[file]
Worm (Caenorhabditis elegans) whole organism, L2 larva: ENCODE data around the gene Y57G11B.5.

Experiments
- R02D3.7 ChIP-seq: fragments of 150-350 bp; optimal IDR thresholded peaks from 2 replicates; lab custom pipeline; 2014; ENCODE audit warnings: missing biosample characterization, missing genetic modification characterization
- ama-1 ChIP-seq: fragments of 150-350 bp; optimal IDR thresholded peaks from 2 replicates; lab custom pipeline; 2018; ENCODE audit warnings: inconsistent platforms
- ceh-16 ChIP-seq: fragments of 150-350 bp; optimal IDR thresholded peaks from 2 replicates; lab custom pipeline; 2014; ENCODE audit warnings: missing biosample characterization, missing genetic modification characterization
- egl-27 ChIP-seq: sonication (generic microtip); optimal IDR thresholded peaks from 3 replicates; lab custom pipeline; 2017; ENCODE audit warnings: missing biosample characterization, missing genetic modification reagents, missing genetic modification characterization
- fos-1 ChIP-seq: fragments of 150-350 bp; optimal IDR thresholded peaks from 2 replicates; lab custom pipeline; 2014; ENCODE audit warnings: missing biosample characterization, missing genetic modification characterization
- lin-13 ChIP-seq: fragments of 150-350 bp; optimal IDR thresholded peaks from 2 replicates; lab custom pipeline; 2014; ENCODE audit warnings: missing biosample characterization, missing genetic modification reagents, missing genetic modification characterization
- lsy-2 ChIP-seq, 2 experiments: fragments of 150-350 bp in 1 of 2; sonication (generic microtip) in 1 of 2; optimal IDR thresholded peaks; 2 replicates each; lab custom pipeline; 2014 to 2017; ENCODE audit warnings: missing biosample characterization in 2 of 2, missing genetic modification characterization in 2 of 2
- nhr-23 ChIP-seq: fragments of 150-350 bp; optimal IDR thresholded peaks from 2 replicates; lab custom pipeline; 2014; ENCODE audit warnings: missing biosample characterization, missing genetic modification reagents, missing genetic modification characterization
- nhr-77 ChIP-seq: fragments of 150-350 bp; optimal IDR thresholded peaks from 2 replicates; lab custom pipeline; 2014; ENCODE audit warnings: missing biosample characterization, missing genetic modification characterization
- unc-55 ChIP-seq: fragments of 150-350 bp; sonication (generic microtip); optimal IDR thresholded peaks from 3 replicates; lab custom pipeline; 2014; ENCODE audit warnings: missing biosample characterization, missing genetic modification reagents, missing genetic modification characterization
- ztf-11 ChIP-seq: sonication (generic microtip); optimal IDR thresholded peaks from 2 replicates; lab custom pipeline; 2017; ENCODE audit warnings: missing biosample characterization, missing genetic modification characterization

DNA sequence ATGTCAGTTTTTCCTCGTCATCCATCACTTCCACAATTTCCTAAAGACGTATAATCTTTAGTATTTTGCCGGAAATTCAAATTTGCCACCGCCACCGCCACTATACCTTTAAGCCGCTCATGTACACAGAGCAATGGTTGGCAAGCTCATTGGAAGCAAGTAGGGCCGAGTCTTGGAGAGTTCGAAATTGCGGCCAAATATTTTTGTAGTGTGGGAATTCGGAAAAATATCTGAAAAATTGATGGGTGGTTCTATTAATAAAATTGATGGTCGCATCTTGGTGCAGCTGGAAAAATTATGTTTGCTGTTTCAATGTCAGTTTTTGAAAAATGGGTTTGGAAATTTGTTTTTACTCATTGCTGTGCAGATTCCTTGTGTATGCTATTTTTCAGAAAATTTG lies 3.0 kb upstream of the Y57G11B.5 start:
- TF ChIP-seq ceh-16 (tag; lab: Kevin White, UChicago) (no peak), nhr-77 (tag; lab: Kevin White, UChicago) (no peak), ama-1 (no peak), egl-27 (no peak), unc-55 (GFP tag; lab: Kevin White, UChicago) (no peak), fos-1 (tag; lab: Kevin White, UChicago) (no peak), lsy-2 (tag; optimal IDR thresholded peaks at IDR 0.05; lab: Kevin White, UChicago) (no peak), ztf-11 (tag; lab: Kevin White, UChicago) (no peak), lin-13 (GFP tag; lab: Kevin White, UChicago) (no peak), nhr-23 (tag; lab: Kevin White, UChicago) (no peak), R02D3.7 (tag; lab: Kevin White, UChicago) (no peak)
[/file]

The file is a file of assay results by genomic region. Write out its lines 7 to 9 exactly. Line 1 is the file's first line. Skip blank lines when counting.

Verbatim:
- fos-1 ChIP-seq: fragments of 150-350 bp; optimal IDR thresholded peaks from 2 replicates; lab custom pipeline; 2014; ENCODE audit warnings: missing biosample characterization, missing genetic modification characterization
- lin-13 ChIP-seq: fragments of 150-350 bp; optimal IDR thresholded peaks from 2 replicates; lab custom pipeline; 2014; ENCODE audit warnings: missing biosample characterization, missing genetic modification reagents, missing genetic modification characterization
- lsy-2 ChIP-seq, 2 experiments: fragments of 150-350 bp in 1 of 2; sonication (generic microtip) in 1 of 2; optimal IDR thresholded peaks; 2 replicates each; lab custom pipeline; 2014 to 2017; ENCODE audit warnings: missing biosample characterization in 2 of 2, missing genetic modification characterization in 2 of 2